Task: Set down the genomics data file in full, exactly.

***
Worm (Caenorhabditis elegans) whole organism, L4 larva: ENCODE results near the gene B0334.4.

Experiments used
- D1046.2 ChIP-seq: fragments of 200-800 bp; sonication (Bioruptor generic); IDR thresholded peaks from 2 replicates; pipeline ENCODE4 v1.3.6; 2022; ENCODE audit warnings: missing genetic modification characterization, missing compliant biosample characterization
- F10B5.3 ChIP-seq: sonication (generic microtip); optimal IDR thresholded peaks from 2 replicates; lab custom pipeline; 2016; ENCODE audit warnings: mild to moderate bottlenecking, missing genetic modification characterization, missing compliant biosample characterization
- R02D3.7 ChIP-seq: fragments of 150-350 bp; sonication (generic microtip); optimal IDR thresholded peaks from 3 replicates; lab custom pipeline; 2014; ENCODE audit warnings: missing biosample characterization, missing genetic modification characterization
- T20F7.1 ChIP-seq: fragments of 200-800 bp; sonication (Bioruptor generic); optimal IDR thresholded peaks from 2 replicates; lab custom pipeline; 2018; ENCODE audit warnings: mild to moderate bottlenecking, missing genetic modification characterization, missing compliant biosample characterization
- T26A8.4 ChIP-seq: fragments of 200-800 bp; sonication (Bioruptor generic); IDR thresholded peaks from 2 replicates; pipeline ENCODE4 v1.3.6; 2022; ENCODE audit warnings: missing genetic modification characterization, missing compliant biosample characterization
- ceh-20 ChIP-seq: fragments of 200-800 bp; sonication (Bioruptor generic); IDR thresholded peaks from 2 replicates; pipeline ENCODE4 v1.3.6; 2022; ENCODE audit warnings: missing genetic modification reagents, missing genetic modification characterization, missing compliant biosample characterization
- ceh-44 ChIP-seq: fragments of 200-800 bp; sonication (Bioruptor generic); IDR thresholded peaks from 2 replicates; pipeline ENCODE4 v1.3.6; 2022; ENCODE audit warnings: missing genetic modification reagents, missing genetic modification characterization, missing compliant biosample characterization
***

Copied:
Worm (Caenorhabditis elegans) whole organism, L4 larva: ENCODE results near the gene B0334.4.

Experiments used
- D1046.2 ChIP-seq: fragments of 200-800 bp; sonication (Bioruptor generic); IDR thresholded peaks from 2 replicates; pipeline ENCODE4 v1.3.6; 2022; ENCODE audit warnings: missing genetic modification characterization, missing compliant biosample characterization
- F10B5.3 ChIP-seq: sonication (generic microtip); optimal IDR thresholded peaks from 2 replicates; lab custom pipeline; 2016; ENCODE audit warnings: mild to moderate bottlenecking, missing genetic modification characterization, missing compliant biosample characterization
- R02D3.7 ChIP-seq: fragments of 150-350 bp; sonication (generic microtip); optimal IDR thresholded peaks from 3 replicates; lab custom pipeline; 2014; ENCODE audit warnings: missing biosample characterization, missing genetic modification characterization
- T20F7.1 ChIP-seq: fragments of 200-800 bp; sonication (Bioruptor generic); optimal IDR thresholded peaks from 2 replicates; lab custom pipeline; 2018; ENCODE audit warnings: mild to moderate bottlenecking, missing genetic modification characterization, missing compliant biosample characterization
- T26A8.4 ChIP-seq: fragments of 200-800 bp; sonication (Bioruptor generic); IDR thresholded peaks from 2 replicates; pipeline ENCODE4 v1.3.6; 2022; ENCODE audit warnings: missing genetic modification characterization, missing compliant biosample characterization
- ceh-20 ChIP-seq: fragments of 200-800 bp; sonication (Bioruptor generic); IDR thresholded peaks from 2 replicates; pipeline ENCODE4 v1.3.6; 2022; ENCODE audit warnings: missing genetic modification reagents, missing genetic modification characterization, missing compliant biosample characterization
- ceh-44 ChIP-seq: fragments of 200-800 bp; sonication (Bioruptor generic); IDR thresholded peaks from 2 replicates; pipeline ENCODE4 v1.3.6; 2022; ENCODE audit warnings: missing genetic modification reagents, missing genetic modification characterization, missing compliant biosample characterization